Preschool Explorers Admire Autumn in the D. Isabel Smith Monomoy River Conservation Lands
Reflections by Naturalist & Walk Leader Andrea Higgins
Photos courtesy of HCT Volunteer Photographer Gerry Beetham
If you were looking for the sunshine on Tuesday morning, you would have discovered radiant rays of light in the form of our curious and inquisitive Preschool Explorers at the D. Isabel Smith Monomoy River Conservation Lands. Cheerful smiles and brilliant yellow rain jackets brightened the otherwise gray day with a 90% chance of rain. Meeting at the trailhead, I shared our morning’s itinerary.
We started off sitting on a fallen log to listen to our first story of the day, If You Find A Leaf by Aimee Sicuro. This exquisite picture book celebrates autumn and encourages readers to see the colorful leaves around us in an entirely new way. The artist uses real leaves in an array of vibrant hues to make her oh-so-very charming illustrations. This rhythmic celebration of the season invites young imaginations to transform a leaf into a hat, a mask, a hammock, a superhero cape, or a sail of a boat.
This wonderful story inspired us to walk along the path and fill our paper bags with colorful leaves for puppet-making! While wandering, we identified our art project treasures: yellow catbrier leaves, brown and red oak leaves, and light green lichen. I handed each Explorer a magnifying lens so we could take a better look at nature’s gifts including the tiny brown mushrooms sprouting up from logs on the forest floor, bright green mosses, red capped mushrooms, the gray bark of the trees, and we even took a closer look into each other’s eyes. We also took a pause to pretend to ride a train on a large fallen tree. All aboard to Imagination Station!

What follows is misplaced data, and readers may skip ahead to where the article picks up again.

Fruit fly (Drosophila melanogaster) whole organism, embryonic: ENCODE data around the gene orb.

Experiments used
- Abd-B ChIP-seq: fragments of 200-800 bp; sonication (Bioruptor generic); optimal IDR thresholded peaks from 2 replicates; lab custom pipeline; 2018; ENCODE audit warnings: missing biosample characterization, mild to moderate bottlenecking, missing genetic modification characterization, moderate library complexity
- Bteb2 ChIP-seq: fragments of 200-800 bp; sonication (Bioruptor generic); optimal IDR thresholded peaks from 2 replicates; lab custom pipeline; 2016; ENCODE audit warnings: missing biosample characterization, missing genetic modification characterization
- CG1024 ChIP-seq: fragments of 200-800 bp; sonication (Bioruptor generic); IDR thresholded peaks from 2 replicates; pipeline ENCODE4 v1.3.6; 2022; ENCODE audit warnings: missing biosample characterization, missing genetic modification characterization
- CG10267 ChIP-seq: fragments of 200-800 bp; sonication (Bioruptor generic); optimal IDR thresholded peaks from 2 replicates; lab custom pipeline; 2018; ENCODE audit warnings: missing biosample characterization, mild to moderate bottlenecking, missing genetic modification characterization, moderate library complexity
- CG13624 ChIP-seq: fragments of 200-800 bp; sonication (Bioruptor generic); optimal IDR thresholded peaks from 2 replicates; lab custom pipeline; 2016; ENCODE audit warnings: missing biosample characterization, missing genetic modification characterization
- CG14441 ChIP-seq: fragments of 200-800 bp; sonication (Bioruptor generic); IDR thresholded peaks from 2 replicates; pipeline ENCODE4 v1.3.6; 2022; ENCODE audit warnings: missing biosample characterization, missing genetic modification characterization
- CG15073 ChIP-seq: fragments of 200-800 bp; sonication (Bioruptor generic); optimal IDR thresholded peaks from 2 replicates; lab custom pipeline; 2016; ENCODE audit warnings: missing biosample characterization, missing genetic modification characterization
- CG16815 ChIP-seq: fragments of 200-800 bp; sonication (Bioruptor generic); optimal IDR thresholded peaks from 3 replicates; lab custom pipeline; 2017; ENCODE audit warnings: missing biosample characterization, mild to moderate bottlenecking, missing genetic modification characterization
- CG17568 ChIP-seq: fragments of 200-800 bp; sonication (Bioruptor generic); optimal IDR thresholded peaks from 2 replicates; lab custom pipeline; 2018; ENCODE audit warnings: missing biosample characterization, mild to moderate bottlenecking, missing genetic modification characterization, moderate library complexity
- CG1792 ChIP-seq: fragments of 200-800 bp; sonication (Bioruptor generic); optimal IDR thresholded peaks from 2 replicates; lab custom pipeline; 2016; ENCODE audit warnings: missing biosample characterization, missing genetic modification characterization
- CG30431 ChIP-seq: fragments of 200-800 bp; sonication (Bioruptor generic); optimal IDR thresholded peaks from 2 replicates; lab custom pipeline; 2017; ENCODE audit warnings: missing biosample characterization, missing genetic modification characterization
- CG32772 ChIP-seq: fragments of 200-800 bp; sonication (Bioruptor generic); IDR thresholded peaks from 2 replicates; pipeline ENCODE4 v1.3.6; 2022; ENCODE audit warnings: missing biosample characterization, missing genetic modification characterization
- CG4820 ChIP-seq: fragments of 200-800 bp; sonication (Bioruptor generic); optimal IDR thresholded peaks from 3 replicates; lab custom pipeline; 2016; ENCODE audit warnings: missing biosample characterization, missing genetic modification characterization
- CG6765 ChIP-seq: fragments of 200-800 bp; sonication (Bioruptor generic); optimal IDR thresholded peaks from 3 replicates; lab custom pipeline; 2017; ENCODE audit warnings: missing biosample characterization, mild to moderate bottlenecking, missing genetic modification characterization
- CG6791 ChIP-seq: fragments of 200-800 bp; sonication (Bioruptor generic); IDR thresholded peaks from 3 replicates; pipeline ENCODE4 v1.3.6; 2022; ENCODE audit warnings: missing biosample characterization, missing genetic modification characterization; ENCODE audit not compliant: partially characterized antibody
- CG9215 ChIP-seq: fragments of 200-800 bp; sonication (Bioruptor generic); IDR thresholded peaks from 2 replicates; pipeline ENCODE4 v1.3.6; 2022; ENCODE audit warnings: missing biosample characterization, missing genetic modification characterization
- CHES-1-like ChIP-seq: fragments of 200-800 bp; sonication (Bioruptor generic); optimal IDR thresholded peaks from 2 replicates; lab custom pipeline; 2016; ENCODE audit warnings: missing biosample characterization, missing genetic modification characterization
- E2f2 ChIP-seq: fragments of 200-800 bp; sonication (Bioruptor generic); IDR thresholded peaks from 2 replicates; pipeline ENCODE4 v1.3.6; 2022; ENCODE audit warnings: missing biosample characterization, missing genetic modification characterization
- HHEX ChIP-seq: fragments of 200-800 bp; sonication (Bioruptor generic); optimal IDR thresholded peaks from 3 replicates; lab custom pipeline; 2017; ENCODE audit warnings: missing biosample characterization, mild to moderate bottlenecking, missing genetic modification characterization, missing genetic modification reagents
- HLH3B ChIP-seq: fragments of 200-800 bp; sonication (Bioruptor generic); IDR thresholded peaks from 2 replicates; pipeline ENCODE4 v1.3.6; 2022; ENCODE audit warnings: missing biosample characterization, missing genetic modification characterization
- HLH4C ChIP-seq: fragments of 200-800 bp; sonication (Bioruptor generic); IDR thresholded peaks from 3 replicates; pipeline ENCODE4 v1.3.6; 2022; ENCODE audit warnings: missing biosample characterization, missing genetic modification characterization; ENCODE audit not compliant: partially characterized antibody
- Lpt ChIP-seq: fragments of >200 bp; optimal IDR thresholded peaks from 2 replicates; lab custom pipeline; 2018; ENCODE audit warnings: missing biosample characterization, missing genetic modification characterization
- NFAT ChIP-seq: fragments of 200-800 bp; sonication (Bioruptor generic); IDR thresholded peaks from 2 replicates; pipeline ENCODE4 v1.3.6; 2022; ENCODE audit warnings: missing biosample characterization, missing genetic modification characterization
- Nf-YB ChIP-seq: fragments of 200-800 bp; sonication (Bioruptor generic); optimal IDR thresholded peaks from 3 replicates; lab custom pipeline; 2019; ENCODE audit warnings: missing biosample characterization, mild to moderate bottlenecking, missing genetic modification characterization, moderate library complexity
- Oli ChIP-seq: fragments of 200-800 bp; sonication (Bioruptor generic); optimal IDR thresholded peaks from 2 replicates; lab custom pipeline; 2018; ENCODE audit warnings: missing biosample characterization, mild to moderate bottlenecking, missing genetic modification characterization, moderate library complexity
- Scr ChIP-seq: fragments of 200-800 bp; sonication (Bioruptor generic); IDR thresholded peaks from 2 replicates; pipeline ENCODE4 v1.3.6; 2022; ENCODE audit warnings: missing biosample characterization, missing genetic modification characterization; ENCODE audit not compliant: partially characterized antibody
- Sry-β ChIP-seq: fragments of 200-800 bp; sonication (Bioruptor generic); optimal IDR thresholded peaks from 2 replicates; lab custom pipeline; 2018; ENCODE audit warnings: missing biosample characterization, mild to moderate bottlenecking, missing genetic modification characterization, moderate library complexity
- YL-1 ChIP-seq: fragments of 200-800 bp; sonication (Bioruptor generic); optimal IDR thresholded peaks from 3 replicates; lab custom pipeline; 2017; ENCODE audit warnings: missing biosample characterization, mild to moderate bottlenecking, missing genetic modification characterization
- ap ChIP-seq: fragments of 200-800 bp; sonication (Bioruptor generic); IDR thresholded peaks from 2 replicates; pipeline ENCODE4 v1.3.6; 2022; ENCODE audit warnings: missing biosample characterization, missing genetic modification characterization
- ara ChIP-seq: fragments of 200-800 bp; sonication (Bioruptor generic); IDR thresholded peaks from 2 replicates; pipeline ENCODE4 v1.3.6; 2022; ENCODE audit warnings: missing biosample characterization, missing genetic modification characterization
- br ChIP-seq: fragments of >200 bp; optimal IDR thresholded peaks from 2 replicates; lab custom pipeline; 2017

One Explorer’s grandpa spied a spider among the leaf litter. It appeared to be a wolf spider, which can be found in almost any habitat. Interestingly, wolf spiders do not make webs to catch their prey and instead wait for an insect to walk by and then chase it down. They also have incredible eyesight with retroreflective tissue in the eyes, which glow if you flash light at their faces!
Our search saunter continued as we admired the forest floor decorated with the patterned leaves of the striped wintergreen and tie-dye swirls of color from fallen oak leaves. One mama discovered a camouflaged garter snake so we all paused to watch as it silently slithered under and over the leaves until it disappeared from view.
We brought our forest floor collections to a bench and sat down for a couple more stories before our arts and crafts session. I read parts of Owling: Enter the World of the Mysterious Birds of the Night by Mark Wilson and shared some general facts about these nocturnal raptors as we perused photos of barred, great-horned, screech, and saw-whet owls. After learning about their calls, we practiced hooting the great horned owl’s “whoo whoo who who”, the barred owl’s “who cooks for you”, and the saw-whet owl’s “beep beep beep”.
The final reading of the day for our cozy Explorers huddled on the bench was Little Owl’s Night by Divya Srinivasan, a sweet story about a little owl’s lovely night in the forest visiting his friend raccoon, listening to crickets, watching fog overhead, and admiring the stars.
Finally, out came the glue and markers so we could create our leaf and forest puppets. Once completed, our puppet masterpieces hooted back down the path like the owls we learned about. It was incredibly precious to hear preschoolers with their mothers and their grandparents hooting while walking together.
Then it was time to say goodbye until next week just as it started to rain.
Thank you for sharing a saunter with me this morning at another beautiful HCT property. I am already very much looking forward to next week’s adventures together.